Professor Toft recent article saying, T3 may be necessary for many. Note especially his comments on current inadequate treatment following thyroidectomy or RAI

DIO2 gene test article

I printed both articles and left a copy marked private addressed to him and asked the receptionist to give him them so he could read it before my appointment today, guess what he didn’t t get it and I have to say he was furious ( think someone is in big trouble ) so I gave him my copies I had taken with me , so he has the information. I highlighted everything in the article that was relevant to me. Think I will have b12 and folate done privately.

SlowDragonAdministrator in reply to Simplyred57

At least he was keen to read .....and learn....hopefully

Hi slowdragon thank you so much for all that information, is it better to have the vit D spray with the vit k 2 included ? I already take a magnesium supplement.

SlowDragonAdministrator in reply to Simplyred57

I don't as I need high dose vitamin D (4000-6000iu daily)

I prefer to take K2 Mk7 separately - brand Healthy origins

Hey there Simplyred 57

From one Graves Disease patient to another, I've been where you are and am currently self medicating trying NDT. and feeling like I'm getting back on track.

Graves is for life, the thyroid being the victim not the cause. It's an autoimmune disease.

Having had RAI 1-131 treatment will skewer all the blood tests and your body.

We have TSI antibodies controlling our TSH and so will appear overstimulated on a much lower dose of Levothyroxine than other hypothyroid patients.

We now have to try and manage both Graves, hypothyroidism and if you were unlucky, thyroid eye disease.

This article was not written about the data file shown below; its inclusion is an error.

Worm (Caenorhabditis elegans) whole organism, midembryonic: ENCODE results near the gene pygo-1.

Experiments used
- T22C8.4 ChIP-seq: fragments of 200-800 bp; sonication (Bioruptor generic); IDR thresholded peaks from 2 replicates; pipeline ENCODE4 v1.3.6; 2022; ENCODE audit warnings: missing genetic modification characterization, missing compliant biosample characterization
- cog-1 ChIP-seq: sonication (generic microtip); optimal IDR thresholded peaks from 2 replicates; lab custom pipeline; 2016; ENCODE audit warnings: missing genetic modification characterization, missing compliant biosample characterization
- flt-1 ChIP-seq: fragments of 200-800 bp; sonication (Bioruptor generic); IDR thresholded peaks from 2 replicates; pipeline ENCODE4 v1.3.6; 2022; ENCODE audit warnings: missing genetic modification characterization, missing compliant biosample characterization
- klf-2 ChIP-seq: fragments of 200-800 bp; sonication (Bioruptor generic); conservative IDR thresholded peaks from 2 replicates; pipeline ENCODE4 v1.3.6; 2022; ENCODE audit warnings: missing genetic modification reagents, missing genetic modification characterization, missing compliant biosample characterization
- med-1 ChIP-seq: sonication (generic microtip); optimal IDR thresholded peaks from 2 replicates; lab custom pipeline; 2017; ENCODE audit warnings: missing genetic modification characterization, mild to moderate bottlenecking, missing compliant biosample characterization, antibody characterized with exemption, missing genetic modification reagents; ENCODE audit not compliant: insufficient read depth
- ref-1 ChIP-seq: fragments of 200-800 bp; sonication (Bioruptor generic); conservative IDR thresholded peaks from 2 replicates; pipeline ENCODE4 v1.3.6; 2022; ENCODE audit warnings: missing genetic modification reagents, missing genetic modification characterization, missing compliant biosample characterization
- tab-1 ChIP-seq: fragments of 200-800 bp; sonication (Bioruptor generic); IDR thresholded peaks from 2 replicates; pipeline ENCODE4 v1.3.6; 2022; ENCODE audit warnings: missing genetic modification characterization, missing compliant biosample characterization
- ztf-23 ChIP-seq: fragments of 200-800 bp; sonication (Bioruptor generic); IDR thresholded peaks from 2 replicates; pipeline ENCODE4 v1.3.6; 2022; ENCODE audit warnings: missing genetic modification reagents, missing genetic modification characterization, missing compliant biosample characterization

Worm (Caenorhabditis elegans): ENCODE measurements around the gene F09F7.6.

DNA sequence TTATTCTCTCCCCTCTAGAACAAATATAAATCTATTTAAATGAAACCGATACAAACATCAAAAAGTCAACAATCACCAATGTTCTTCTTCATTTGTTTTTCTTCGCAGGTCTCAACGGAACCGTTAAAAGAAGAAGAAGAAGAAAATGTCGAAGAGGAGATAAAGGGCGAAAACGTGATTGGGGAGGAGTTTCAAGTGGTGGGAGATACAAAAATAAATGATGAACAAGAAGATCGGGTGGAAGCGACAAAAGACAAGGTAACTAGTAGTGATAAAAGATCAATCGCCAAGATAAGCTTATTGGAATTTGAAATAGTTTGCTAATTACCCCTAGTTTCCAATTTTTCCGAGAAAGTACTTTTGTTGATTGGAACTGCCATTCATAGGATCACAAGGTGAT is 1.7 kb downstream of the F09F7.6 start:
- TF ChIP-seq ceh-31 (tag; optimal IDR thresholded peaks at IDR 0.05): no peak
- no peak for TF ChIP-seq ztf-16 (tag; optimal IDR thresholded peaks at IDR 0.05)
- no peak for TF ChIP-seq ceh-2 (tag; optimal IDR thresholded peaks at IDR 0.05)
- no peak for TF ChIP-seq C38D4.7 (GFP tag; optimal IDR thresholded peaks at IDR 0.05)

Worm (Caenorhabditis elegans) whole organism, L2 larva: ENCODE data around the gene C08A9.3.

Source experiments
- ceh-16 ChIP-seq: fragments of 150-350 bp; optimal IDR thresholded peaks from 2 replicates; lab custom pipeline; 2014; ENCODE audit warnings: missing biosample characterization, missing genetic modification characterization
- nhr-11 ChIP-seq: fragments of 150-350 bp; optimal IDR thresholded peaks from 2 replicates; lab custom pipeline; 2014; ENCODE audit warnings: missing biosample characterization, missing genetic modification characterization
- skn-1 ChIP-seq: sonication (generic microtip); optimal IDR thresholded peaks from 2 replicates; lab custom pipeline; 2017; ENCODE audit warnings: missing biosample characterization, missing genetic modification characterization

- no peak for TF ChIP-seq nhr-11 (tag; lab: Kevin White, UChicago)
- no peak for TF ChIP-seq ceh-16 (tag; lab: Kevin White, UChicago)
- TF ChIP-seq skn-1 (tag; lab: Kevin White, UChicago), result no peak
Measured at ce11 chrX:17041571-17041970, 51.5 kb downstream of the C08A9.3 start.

There does not appear to be any special guidance as to our management.

It is imperative that your blood test monitoring includes T3 and T4. and the relevant vitamins and minerals as detailed on this site.

I paid for my own T3 and T4 through the doctor and she refused to increase my Levothyroxine until my tests were back, as she wanted to see where I was -

ironic really, as she'd told me the tests weren't necessary. And so it goes on !!!!

This site was, and is, my learning curve and, wow, I've gone round and around the NHS with no help, support or acknowledgement of my health issues.

At the risk of asking you to suck eggs :-

Elaine Moore - Graves Disease A Practical Guide Book plus website :

Dr Durrant- Peatfield's Book - Your Thyroid and how to keep it healthy :

Barbara Lougheed's Tired Thyroid - from hyper to hypo to healing - breaking the TSH rule :

I see you went armed with Prof Toft's counterblast - I tried that with both my doctor and the one and only endo I have ever seen in the past 12 years.

I listened to the dogma that with a suppressed TSH I'm overmedicated, despite a T3 reading of 4.5 and a T4 of 22.

Graves is stress and anxiety related, I'm at a impasse with all people medical, and feeling a lot better.

There's a lot to take in, and if suffering with the " brain fog " read and read again, it will come right, and you'll be stronger for it,

Take good care

Thank you pennyannie I think I need to do some reading on graves, so will take a look at the recommended literature- graves should be definitely treated by experts , will read up and go back to my GP and look into NDT .